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Do you want to live forever?

The best life hacks for immortality, from internet gravestones to regenerated limbs

Human culture has been fascinated with the idea of immortality for a long, long time. Our caveman ancestors certainly weren’t fixated on creating a sense of legacy and heritage for their short-lived progeny, but over time, we’ve developed a neurotic psychological and social premium on living long, living large, and most importantly, being remembered. And so it goes that Ray Kurzweil, everyone’s favourite love-to-hate theoretician, futurist, inventor, and now Google’s engineering director, has predicted that we’ll be functionally immortal by 2040. In the past, Kurzweil’s proposals haven’t always been accurate; critics have lambasted some of his less-than-watertight predictions and overly ambitious forecasts for life under the Singularity. But in the age of AI, functional immortality isn’t too hard to fathom, what with the growth of DIY neural interface tech.

Needless to say, rebranding death as “post-life” is possibly one of the more obnoxious products of the age, but ageism is a contentious problem in both science fiction and real-life mainstream tech communities. Nobody wants to die, and by god, some truly weird things are being born out of our inbuilt desire to live forever (see this forward-thinking biker who spent his final days constructing a bespoke glass display casket for himself and his Harley). Dazed dips a toe into the frenetic world of technological life extension, the role of sleep in sustaining our short-lived meatbag bodies, and other trends that might yield the greatest key to cheating a traditional death.


Michael Levin is regenerating limbs and bringing dead things back to life via bioelectricity. While this doesn’t fall within a conventional definition of eternal life, the ability to regenerate biological tissue would offer us a fighting chance to soothe the slow burn of decrepitude. While his research isn’t quite at a stage where we can expect commercial services offering limb-regenerating tech for the masses (cue Doc Oc jokes from Spiderman), it’s a tremendous start. Limb regeneration has already made quite a splash in recent news (see these experiments with the planarium worm), but Levin’s research offers innovative approaches to the concept of “bioelectricity” and the preservation of memory.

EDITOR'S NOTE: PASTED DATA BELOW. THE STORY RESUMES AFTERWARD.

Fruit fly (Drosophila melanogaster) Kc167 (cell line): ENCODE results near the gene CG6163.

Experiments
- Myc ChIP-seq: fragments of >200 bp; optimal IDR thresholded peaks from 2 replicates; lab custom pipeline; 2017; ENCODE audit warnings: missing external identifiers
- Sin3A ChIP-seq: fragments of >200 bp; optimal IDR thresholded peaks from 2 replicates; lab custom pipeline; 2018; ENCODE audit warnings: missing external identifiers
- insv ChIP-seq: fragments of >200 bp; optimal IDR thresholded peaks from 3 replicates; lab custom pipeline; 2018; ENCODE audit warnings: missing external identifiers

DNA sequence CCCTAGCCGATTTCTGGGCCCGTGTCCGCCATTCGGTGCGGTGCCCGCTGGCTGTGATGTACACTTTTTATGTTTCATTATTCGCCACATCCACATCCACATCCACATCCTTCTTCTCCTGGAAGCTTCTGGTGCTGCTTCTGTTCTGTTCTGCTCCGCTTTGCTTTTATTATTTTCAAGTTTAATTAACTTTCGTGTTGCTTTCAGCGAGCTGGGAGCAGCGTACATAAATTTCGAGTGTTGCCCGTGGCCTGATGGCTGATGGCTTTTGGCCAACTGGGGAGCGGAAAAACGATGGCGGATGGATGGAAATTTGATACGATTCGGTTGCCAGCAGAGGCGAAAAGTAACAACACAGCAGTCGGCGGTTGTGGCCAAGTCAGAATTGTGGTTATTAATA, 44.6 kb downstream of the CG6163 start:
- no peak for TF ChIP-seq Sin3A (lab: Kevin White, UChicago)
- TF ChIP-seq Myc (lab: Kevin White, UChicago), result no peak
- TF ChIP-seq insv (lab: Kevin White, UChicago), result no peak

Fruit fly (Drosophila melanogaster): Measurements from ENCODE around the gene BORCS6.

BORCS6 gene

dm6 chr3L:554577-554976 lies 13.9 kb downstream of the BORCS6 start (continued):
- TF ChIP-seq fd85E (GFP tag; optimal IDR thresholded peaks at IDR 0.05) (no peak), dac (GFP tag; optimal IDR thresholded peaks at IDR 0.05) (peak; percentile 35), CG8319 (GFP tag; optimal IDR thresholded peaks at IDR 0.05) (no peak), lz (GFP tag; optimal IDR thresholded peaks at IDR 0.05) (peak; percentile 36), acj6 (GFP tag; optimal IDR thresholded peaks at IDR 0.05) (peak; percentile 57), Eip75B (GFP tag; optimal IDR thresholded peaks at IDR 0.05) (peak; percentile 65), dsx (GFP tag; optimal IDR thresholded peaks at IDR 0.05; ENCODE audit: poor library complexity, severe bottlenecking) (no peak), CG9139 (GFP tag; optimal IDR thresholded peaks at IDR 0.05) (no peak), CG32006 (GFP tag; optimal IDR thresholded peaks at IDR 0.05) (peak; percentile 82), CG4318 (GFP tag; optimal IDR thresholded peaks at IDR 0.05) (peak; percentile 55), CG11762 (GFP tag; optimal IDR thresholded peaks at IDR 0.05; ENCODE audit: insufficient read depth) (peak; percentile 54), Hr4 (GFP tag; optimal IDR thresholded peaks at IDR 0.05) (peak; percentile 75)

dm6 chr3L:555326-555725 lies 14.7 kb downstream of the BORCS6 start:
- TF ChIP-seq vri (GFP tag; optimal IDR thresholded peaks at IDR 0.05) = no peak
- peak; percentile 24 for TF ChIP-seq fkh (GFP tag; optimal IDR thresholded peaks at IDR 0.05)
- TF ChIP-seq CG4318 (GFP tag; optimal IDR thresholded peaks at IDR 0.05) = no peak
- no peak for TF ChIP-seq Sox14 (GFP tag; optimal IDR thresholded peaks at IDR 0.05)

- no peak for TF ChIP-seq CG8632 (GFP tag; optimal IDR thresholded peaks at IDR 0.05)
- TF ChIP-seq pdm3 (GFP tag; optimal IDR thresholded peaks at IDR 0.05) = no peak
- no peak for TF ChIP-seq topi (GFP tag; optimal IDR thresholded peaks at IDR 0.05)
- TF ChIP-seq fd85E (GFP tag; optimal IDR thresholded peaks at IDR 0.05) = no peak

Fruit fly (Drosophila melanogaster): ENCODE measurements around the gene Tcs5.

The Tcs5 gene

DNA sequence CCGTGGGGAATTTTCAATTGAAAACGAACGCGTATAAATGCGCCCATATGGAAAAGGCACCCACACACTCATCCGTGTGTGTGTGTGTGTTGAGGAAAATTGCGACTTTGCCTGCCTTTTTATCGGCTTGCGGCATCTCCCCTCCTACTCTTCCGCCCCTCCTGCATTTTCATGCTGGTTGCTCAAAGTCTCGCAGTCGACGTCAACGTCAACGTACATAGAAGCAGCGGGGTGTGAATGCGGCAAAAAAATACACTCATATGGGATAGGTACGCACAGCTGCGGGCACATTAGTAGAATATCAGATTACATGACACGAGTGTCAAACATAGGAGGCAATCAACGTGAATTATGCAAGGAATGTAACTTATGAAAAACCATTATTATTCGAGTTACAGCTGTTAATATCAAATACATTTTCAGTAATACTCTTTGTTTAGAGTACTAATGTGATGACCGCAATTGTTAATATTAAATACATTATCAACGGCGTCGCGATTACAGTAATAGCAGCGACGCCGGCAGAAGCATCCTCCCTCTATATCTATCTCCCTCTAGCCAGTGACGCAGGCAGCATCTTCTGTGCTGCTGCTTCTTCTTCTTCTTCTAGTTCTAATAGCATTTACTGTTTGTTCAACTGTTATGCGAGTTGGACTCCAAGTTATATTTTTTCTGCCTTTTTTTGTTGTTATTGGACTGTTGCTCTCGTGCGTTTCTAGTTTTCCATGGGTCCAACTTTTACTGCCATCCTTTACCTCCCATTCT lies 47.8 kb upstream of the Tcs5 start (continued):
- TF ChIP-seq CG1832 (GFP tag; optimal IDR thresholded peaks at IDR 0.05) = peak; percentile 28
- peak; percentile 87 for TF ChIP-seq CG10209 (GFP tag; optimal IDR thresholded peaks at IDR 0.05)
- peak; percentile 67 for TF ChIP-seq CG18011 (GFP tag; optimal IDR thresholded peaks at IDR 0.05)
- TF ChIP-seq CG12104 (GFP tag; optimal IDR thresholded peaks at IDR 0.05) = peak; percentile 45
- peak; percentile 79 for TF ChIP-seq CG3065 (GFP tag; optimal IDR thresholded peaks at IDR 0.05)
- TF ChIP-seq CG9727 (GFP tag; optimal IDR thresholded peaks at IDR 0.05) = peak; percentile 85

Algordanza is a Swiss company that makes cremated people into diamonds. Given that a vast majority of our species loves shiny things, I don’t see an ethical problem with this. Most of the time, diamonds are considered eternally precious by those who covet them, and of course, those who have them. But there’s been recent debate over diamonds’ decline in value, and a growing social movement away from using diamonds as a traditional engagement rock. From a functional and even financial standpoint, at the end of the day, they’re not really a great investment. But from a sentimental viewpoint, they’re gold. Algordanza’s CEO, Rinaldo Willy, claims that the company converts between 800 to 900 people into unique diamonds every year, which feature a distinctive blue tint thanks to boron in the human body. One person’s ashes can create up to nine diamonds (i.e. a decent chunk of jewelry). Of course, if diamonds aren’t really your thing, there are other services to press ashes into other keepsakes, like playable vinyl records and live ammunition - because really, what screams “in memoriam” more than firing bullets into someone else’s useless body?


Without turning this into a full-fledged cryotech party, prolonged artificial sleep is probably the closest thing we’ve got to a sense of “living forever” at the moment. Walt Disney, for example, is famously rumored to still be “alive” in a preserved cryogenic sleep. We’ve previously mentioned the rise of self-powered biotech implants, which harness energy from organ movements (heartbeats, diaphragm movements, lung contractions/expansions, and so on), but combined with new nanomotor technology, the idea of using our bodies as power factories isn’t as ludicrous as it used to be. Studies show that the heart produces half a joule of energy per beat, which is a surprisingly powerful amount of juice for a seemingly miniscule activity. Combine this The Matrix is one cultural institution that spread this concept across mainstream consciousness, but using our own bodies as generators doesn’t necessarily have to fit into a dystopic nightmare.


If artificially-induced sleep (or prolonged sleep a la every depicted form of fictional space travel) is our current petri dish/testing ground for functional immortality, lucid dreaming technology may offer crucial insight into the sovereign state of the human mind while our bodies are classified as “dead.” Lucid dreams may offer us the chance to “live forever” despite being trapped in a nonresponsive or nonfunctional meatsack body. For example, we have the Aurora, a recently-Kickstarted headband that promises a more intensive, controllable dreaming experience along the lines of what we all saw in Inception.

On a functional note, lucid dreaming has been directly connected to an improvement in waking life. In the creators’ own words: “The Aurora is a headband that plays special lights and sounds during REM to help you become aware that you are dreaming as you stay asleep - allowing you to take control of your dreams! The idea of lucid dreaming has been around for centuries. In this state, anything is possible: zoom through space, fight fire-breathing dragons or become president, all from the comfort and safety of your own bed!”